By Elaine Donnelly
Extending sexual misconduct to combat units
Independent voices from the TWT Communities
Mitt Romney's presidential campaign paid millions of dollars to companies led by top advisers and, by many measures, the campaign got less to show for it than in-house staffers performing a labor of love for President Obama's campaign, expenditure records show.
Barack Obama and Mitt Romney are both ardent suitors of women who vote. In the last few weeks, Mr. Romney has edged out his rival, vaulting to front-runner status. The polls credit a surge among female voters in battleground states, and Mr. Obama will do almost anything to woo them back.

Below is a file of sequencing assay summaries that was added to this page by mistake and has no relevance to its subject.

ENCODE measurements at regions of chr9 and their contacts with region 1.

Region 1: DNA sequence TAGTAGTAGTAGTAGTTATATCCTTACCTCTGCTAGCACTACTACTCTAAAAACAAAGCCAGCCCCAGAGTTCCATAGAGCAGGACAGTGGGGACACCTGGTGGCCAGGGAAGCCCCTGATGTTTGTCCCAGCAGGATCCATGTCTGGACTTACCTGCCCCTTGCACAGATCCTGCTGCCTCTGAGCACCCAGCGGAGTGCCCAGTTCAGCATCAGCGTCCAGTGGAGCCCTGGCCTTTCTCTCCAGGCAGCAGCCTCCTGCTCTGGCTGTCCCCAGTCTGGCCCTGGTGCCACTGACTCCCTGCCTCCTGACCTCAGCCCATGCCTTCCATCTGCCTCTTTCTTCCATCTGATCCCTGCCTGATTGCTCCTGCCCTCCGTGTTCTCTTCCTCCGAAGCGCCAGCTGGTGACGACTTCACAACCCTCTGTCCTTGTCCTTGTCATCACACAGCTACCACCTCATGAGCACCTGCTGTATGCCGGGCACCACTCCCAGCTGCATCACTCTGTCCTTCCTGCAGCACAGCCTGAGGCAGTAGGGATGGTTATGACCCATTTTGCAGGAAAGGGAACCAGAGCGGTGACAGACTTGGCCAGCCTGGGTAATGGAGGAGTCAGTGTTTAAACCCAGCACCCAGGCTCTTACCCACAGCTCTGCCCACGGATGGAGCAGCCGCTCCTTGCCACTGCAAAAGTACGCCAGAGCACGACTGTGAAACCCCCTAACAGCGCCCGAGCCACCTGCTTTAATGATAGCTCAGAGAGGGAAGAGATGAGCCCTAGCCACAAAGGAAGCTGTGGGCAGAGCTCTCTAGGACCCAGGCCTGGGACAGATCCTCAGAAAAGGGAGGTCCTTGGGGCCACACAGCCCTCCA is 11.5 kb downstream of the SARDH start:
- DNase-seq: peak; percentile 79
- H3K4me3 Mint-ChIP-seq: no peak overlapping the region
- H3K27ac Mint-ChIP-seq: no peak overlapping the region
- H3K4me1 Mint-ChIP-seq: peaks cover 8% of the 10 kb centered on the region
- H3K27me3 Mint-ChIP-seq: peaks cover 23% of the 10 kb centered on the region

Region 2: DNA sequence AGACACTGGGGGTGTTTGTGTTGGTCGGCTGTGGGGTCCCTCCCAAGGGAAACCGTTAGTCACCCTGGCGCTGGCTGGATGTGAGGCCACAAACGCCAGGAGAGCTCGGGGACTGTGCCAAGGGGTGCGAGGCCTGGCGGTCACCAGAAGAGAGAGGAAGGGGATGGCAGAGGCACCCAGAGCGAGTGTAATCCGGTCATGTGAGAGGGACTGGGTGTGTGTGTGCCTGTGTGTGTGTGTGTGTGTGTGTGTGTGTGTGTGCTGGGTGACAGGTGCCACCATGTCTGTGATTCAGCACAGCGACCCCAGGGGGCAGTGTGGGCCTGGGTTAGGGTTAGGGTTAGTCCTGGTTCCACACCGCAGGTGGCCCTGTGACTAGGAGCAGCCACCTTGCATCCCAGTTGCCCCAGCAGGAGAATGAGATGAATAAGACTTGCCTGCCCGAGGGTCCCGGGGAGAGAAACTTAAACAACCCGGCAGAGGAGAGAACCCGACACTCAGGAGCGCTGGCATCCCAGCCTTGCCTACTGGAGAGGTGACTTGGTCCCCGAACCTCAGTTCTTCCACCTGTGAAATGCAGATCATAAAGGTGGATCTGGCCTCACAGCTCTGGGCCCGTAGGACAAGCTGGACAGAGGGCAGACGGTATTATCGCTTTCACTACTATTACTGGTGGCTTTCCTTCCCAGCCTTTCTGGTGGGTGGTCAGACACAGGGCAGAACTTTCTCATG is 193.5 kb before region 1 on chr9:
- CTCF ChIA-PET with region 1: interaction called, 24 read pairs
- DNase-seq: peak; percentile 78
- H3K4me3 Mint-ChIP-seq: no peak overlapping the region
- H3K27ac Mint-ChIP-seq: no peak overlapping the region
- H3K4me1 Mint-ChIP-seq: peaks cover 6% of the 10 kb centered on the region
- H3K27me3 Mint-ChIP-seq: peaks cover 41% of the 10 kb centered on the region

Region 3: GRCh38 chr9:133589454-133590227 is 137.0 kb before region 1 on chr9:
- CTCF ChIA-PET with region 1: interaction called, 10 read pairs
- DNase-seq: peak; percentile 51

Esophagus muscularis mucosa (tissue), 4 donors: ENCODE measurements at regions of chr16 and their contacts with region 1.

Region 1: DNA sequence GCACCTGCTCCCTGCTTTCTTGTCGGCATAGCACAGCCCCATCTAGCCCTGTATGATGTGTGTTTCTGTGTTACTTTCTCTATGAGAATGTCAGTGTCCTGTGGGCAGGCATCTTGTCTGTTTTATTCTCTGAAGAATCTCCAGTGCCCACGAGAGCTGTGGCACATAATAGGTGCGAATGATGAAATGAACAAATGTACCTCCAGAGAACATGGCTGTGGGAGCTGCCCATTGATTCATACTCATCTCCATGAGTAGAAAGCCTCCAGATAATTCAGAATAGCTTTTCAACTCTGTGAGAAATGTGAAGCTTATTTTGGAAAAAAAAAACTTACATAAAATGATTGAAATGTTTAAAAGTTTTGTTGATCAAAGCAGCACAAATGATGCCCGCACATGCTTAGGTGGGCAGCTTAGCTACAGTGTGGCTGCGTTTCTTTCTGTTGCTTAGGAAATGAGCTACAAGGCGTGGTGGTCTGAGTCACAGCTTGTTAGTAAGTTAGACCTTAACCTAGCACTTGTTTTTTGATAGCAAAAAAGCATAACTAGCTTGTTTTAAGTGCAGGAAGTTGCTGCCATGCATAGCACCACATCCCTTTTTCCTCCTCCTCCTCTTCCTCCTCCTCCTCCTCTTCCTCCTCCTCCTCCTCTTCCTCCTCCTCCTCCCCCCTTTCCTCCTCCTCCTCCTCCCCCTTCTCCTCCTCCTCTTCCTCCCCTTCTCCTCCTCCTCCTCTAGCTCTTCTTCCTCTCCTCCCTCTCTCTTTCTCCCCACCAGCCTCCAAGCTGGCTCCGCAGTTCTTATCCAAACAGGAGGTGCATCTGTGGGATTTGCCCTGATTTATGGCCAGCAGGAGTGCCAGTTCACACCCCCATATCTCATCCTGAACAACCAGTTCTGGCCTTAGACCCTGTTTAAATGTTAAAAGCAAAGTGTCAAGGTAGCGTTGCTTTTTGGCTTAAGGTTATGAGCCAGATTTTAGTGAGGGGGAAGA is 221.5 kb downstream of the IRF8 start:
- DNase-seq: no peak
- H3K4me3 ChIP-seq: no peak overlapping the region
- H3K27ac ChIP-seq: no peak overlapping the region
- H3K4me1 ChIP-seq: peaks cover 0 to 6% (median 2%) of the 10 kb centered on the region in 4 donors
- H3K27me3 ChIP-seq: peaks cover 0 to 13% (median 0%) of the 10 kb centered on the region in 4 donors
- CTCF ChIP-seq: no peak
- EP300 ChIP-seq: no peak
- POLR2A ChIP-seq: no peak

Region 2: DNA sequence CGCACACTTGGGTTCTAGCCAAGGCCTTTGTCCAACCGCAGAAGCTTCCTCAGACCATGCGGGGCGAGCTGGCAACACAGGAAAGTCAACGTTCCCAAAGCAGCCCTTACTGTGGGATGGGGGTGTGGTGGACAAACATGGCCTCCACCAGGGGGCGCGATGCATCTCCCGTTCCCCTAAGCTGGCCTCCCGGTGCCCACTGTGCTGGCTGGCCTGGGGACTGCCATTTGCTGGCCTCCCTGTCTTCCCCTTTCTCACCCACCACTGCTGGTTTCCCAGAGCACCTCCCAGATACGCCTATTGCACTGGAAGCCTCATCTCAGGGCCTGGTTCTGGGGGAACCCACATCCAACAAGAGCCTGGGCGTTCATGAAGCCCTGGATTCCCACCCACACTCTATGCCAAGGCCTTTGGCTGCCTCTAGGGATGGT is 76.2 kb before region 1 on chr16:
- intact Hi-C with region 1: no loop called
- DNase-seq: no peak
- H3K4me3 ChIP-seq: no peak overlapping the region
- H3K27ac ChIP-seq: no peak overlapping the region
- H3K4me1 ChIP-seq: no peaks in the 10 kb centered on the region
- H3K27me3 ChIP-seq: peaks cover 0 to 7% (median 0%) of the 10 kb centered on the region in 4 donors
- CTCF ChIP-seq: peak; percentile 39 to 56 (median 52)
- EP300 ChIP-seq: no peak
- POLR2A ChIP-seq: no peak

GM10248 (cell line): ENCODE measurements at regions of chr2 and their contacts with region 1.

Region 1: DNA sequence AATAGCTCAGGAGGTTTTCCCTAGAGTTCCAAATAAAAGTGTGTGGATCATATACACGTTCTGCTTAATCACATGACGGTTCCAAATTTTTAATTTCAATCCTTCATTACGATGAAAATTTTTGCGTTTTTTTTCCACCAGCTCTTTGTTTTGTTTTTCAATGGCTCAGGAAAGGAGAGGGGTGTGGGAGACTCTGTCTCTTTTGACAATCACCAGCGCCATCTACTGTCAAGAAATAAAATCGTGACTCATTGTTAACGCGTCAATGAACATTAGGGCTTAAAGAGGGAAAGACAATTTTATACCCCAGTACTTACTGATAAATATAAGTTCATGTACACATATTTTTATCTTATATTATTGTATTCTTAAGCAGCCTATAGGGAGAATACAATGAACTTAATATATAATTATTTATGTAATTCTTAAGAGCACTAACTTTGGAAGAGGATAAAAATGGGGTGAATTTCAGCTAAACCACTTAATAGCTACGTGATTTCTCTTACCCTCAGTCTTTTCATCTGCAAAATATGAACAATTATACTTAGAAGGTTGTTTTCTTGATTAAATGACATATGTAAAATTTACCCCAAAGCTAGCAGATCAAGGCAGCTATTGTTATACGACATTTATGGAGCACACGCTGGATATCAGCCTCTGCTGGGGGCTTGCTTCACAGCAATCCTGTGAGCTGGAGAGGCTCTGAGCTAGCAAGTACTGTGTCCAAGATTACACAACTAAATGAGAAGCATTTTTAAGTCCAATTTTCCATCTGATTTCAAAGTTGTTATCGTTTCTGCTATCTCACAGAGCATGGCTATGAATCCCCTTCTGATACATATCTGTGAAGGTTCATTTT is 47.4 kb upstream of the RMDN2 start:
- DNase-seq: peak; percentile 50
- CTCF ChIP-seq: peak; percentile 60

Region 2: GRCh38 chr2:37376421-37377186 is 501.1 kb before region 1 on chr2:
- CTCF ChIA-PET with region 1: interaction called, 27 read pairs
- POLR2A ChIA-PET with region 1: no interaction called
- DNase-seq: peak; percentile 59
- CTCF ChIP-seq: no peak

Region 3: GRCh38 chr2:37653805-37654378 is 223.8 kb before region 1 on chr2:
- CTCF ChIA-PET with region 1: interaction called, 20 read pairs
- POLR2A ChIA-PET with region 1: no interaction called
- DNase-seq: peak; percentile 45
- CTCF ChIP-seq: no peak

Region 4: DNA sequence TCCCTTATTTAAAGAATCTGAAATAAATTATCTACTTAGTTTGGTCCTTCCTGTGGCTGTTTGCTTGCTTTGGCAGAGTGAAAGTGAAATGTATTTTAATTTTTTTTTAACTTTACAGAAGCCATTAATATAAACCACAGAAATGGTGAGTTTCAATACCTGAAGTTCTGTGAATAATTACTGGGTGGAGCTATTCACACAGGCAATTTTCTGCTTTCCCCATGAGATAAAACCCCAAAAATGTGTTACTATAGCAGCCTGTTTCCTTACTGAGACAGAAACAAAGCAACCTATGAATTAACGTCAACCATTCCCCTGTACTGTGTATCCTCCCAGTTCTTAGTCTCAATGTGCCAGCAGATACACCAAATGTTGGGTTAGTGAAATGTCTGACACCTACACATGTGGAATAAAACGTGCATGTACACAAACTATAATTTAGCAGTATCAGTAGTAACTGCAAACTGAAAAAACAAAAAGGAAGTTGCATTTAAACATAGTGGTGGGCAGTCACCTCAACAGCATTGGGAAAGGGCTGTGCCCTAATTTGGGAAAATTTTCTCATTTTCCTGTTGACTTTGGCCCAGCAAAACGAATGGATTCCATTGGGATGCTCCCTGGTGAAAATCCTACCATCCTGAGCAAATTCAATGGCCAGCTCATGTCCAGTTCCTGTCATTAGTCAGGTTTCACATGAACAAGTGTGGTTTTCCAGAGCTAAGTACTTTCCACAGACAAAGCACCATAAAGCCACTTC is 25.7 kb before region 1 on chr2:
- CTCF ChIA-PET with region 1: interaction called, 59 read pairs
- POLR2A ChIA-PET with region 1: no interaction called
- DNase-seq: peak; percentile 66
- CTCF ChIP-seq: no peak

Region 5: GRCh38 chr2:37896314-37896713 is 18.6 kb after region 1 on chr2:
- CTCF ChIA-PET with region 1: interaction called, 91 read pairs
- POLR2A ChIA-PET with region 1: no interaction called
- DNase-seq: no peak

Since President Obama's lackluster showing at the first debate two weeks ago, the race has tightened across the board, both in national surveys and where it matters most — in the 11 battleground states that will decide the election.
House Democrats intend to ease proposed restrictions on political activity by federal contractors, officials said Monday, hoping to build support for legislation establishing new disclosure and other requirements for the fall campaign.
"This result underscores deep flaws in Gallup's likely-voter screen," Mr. Benenson said. "Gallup's data is once again far out of line with other public pollsters."
Obama campaign pollster Joel Benenson said Gallup's survey was "an extreme outlier, defying the trends seen in every other battleground and national poll."